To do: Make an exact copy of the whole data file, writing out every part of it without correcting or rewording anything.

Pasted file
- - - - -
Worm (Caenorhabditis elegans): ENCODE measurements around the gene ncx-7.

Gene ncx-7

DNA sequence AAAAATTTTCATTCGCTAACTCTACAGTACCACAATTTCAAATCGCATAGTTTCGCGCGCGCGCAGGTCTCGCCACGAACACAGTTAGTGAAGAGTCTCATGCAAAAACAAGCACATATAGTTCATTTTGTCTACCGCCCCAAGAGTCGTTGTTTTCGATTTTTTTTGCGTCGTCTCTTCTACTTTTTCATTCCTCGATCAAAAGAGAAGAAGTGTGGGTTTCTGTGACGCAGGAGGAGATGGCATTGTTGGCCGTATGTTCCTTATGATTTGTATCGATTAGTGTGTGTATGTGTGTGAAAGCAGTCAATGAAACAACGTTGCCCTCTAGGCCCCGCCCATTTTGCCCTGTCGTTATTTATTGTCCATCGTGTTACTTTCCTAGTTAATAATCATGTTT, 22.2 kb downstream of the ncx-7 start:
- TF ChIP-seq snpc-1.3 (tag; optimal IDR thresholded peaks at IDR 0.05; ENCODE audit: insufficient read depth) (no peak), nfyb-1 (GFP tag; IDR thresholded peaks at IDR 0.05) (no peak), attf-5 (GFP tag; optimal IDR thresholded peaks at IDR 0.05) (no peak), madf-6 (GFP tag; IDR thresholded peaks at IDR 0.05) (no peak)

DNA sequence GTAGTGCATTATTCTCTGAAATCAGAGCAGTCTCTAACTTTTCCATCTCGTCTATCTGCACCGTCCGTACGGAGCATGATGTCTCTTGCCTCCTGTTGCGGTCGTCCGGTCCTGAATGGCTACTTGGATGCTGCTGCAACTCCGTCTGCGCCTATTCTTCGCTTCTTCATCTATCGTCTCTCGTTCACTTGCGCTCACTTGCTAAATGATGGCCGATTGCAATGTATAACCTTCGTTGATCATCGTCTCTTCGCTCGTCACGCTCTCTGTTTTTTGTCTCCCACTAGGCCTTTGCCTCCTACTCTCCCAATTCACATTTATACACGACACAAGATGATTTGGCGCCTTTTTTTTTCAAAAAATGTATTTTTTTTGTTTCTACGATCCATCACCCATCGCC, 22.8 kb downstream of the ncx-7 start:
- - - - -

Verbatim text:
Worm (Caenorhabditis elegans): ENCODE measurements around the gene ncx-7.

Gene ncx-7

DNA sequence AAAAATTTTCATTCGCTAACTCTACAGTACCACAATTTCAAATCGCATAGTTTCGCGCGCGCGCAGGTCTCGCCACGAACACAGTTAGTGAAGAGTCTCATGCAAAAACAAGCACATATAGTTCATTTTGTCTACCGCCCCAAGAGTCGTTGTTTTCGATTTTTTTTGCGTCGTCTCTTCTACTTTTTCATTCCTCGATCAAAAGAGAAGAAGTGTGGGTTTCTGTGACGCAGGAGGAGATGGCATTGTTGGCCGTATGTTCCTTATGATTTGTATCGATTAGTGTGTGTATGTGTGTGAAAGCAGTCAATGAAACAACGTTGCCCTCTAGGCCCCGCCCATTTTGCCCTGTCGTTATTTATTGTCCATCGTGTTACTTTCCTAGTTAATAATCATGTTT, 22.2 kb downstream of the ncx-7 start:
- TF ChIP-seq snpc-1.3 (tag; optimal IDR thresholded peaks at IDR 0.05; ENCODE audit: insufficient read depth) (no peak), nfyb-1 (GFP tag; IDR thresholded peaks at IDR 0.05) (no peak), attf-5 (GFP tag; optimal IDR thresholded peaks at IDR 0.05) (no peak), madf-6 (GFP tag; IDR thresholded peaks at IDR 0.05) (no peak)

DNA sequence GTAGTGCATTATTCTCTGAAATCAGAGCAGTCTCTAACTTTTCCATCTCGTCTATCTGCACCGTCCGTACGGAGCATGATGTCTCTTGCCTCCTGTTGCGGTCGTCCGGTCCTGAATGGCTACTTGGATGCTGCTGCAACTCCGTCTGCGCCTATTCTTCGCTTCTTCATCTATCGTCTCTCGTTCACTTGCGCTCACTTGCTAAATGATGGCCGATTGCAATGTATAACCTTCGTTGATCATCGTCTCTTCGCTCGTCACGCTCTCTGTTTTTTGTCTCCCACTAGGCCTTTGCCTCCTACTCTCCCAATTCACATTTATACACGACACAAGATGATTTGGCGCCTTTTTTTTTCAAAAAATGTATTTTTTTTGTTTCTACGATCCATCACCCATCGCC, 22.8 kb downstream of the ncx-7 start: